What we have just said cannot be understood as meaning that there cannot or may not be concrete decisions or obligations in the church. There must be such decisions and obligations. Where the church was afraid of forming decisions and obligations she would not be free or alive, nor would she be serving her Lord. The Scottish Confession has no intention, even in Article 20, of denying authority to the Councils and so to the human instruments for church government generally. The Word of God which governs the church requires her to justify her actions again and again to it. The temptation, caused by error, and the consequent danger that the church could become a false church, requires her to affirm the truth and deny error. In what other form could this take place than in the shaping of definite human opinions and resolutions? Every sermon and ultimately every expression of the church's life is as such a decision taking that particular form; it is a confession. The decrees and explanations of a Council or Synod also can only be decisions taking that particular form—Confessions of Faith. What we hear in them is not a voice speaking from heaven, but only one speaking on earth. None the less they must venture to speak and when they venture to speak by faith they can lay claim to authority. If the church makes a confession of her faith, makes an affirmation in one direction and a denial in another, she is doing something enjoined upon her, not something forbidden. In that case her decision will certainly not lack authority and may count on gaining attention and obedience. The Scottish Confession also is itself such a decision, such a Confession of Faith, made at a time of special confusion in the church, but at a time, too, of special attentiveness to the Word of God which governs the church. And it is obvious that the Confession is not table talk, the mere voicing of opinions, nor edification which imposes no obligation, the expression of nice religious sentiments, nor is it religious journalism. The Confession is speaking under a sense of responsibility and therefore with authority also. But just because the matter concerns it itself, the Scottish Confession has been careful in expressing its opinion as to what authority such a decision by the church can and cannot have. Such a decision or confession of faith, as the Scottish Confession, cannot under any conditions wish to usurp the place of the Word of God. It cannot claim a validity which is absolute and obligatory for all time. It cannot set up any new doctrine or ordinance which goes beyond the Word of God. Nor can it either diminish or increase the authority of the Word of God, cancel or confirm it, limit it or extend its influence. It cannot bind men's consciences, it is not in principle free from error. It is and remains simply a human decision. If it wished to be more, it would be less, for it would then be a hindrance to the Word of God. In that case it could not be obeyed and its assumed authority would have to be defied in the name of faith, in the name of Jesus Christ. But within its own limits the Confession can be a human decision of such a kind, that through it the way will not be blocked but rather opened up for the Word of God. Through the Word of God itself it can become necessary. It can keep error within its bounds. It can be a worthy sign and instrument to remind future generations also of the truth once known. It can serve the Word of God, not as a law to which faith is subject, but as genuine reiteration of the testimony of the prophets and apostles. In the measure in which it does this, it possesses validity and power. The church cannot profess faith in herself. And her confessions may not be understood or treated as confessions of faith in herself, as the rendering absolute of the piety and the “Weltanschauung” prevailing in her at any given time. This is what happens whereever the Confessions are either over-rated or undervalued. The church in her confessions can profess faith only in her Lord, not in herself, and the church's confessions are to be understood and estimated as confessions of faith in the Lord of the church. If they are conceived in any other way, not with the respect or the freedom thereby given them, but as the law to which faith is subject, then this law may be kept or broken and may be made the object of the idolatry of the orthodox or that of the iconoclasm of the liberals, but in that case the confessions have not yet been understood as the confessions of the church. In that case the orthodox and the liberals can only be asked first of all to cleanse their hands in order that they may make a new beginning in the treatment of this problem. And this new beginning will have to consist in listening with the obedience of faith to what the Fathers have said by faith and to venture to say ourselves in our turn, in the obedience of faith, what one day our children and children's children may hear by faith—i.e. to utter in weak, fallible, human words, humbly but joyfully, a confession of faith in the Word of God.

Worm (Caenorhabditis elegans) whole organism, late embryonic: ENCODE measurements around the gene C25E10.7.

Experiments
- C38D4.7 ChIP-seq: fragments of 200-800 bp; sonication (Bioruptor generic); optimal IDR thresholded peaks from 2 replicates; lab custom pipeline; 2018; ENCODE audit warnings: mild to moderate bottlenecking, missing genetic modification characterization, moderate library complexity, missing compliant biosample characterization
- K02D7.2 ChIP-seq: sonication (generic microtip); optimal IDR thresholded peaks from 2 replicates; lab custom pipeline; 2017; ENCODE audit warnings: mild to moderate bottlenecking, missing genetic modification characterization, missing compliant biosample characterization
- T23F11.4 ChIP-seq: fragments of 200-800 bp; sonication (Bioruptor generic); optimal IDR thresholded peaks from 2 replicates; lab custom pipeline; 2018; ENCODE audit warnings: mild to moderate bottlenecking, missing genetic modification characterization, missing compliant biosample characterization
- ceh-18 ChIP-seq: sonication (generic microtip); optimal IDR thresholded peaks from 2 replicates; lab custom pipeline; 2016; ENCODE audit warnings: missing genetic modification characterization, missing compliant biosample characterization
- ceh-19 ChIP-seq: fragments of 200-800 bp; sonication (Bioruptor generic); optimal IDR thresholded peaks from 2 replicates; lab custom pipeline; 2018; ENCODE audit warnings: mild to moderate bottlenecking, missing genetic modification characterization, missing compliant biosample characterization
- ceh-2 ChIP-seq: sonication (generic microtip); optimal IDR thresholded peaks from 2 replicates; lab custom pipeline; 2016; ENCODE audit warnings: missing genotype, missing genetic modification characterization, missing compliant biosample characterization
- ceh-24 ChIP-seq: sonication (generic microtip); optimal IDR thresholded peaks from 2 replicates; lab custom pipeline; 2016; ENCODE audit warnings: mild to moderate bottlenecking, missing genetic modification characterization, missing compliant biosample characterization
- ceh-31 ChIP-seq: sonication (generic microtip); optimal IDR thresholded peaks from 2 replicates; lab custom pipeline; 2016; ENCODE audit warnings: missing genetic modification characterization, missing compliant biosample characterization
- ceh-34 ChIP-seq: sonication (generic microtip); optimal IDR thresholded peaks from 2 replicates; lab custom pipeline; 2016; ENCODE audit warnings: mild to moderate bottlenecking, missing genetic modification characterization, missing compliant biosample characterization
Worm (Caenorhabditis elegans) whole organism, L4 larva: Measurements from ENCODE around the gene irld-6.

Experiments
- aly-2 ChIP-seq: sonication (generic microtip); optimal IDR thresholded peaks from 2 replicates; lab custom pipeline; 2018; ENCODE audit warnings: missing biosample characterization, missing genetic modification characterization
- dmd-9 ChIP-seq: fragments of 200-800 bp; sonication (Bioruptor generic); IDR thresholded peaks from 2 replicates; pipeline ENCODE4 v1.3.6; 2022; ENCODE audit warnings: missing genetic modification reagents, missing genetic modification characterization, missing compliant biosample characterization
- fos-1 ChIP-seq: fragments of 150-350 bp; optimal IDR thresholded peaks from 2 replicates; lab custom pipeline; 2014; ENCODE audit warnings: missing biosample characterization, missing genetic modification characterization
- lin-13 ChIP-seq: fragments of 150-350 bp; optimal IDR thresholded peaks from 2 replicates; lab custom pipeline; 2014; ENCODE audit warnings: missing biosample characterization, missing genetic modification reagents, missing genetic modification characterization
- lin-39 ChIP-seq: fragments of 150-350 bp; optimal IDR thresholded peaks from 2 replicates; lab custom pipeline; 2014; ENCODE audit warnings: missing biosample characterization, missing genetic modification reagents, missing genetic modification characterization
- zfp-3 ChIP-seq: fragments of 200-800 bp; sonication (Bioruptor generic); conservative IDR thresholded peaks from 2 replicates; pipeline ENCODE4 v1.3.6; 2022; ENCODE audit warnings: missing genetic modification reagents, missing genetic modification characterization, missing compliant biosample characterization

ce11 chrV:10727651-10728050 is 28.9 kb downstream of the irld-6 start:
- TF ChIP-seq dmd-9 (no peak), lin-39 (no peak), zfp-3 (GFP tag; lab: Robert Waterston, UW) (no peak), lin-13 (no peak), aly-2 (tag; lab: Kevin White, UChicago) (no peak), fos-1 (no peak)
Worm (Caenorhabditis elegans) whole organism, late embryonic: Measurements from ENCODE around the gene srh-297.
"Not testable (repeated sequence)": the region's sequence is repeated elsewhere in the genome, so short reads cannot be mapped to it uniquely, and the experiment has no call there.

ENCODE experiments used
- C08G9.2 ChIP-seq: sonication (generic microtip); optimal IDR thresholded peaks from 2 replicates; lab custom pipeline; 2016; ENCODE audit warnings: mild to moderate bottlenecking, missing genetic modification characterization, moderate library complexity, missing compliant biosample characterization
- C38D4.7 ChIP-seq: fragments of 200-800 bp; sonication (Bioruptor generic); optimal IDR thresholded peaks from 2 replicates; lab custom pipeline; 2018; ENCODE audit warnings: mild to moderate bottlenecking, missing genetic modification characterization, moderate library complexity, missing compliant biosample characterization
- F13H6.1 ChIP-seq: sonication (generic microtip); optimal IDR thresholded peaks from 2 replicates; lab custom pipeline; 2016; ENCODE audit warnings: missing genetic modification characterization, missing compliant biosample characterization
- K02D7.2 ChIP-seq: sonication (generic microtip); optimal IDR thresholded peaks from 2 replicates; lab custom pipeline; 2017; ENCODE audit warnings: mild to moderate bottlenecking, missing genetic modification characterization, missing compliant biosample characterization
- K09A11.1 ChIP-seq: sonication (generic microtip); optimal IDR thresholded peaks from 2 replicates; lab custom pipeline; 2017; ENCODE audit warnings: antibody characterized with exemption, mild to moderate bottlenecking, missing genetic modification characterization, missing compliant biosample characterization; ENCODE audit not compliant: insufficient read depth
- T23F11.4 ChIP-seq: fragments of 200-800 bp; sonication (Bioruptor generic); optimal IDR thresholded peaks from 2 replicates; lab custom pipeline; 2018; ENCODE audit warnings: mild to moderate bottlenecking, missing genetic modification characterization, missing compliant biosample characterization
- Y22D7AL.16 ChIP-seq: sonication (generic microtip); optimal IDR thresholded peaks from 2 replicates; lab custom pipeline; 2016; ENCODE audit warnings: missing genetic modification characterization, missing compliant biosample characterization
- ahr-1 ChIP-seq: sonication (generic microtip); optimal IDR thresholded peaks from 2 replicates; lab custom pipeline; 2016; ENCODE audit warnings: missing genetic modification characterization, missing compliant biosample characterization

We shall close with a brief note on the question of Church government, mentioned at the beginning. We have established that the government of the church is neither the concern of a particular ecclesiastical order nor that of the whole body or majority of believers. Holy Scripture itself governs the church. The ecclesiastical order and the congregation are not lords over it but organs serving it. If this is acknowledged it may now be said for the advancement of peace in this conflict, that within the bounds of this service to Scripture the monarchical mode of government cannot have a priority in principle over the democratic, or vice versa. It is noteworthy that a good reformed confession like the Scottish Confession has expressed absolutely no opinion on the whole problem of church government. The Reformed churches show a decided preference for a Presbyterian, synodical form of church government. But it would be historically incorrect to say that this is the Reformed system of church government. For there are also Reformed churches governed by bishops, e.g. in Hungary. But it is legitimate and necessary none the less to speak of the relative superiority of the former system. Jesus Christ is the Lord and Saviour of the congregation as a congregation. It is the congregation, as a congregation, which has to justify its activity to Him. The ecclesiastical order has its life solely in the congregation, but the congregation has not its life solely in the ecclesiastical order. The freedom of the Word of God and the legitimate authority of the decisions and obligations necessary in the church are less menaced where the constitution makes it clear that it is not some few members of the church but all of them who are called and qualified to be vigilant and faithful and, what is more, to be so with equal seriousness, and where the holders of special office have to speak and act only as primi inter pares, joint responsibility being shared by all the rest. Besides, the adherents of an evangelical episcopate have never yet made sufficiently clear what is actually to be understood by the special office of bishop in an evangelical church. I am not aware if they know in Hungary—or in England, or in Sweden, or in Denmark, where there are evangelical bishops. But I am aware that German Lutheranism, which is very keenly episcopal, does not know to this day what it means. There is certainly no reason why we should consider the episcopal solution a better one, but there is also no occasion whatsoever for the friends of a Presbyterian- synodical form of Government to believe this question to be one in which the true nature of the church is at stake. An episcopal church is, as episcopal, to be regretted. But she is not for that reason a false church.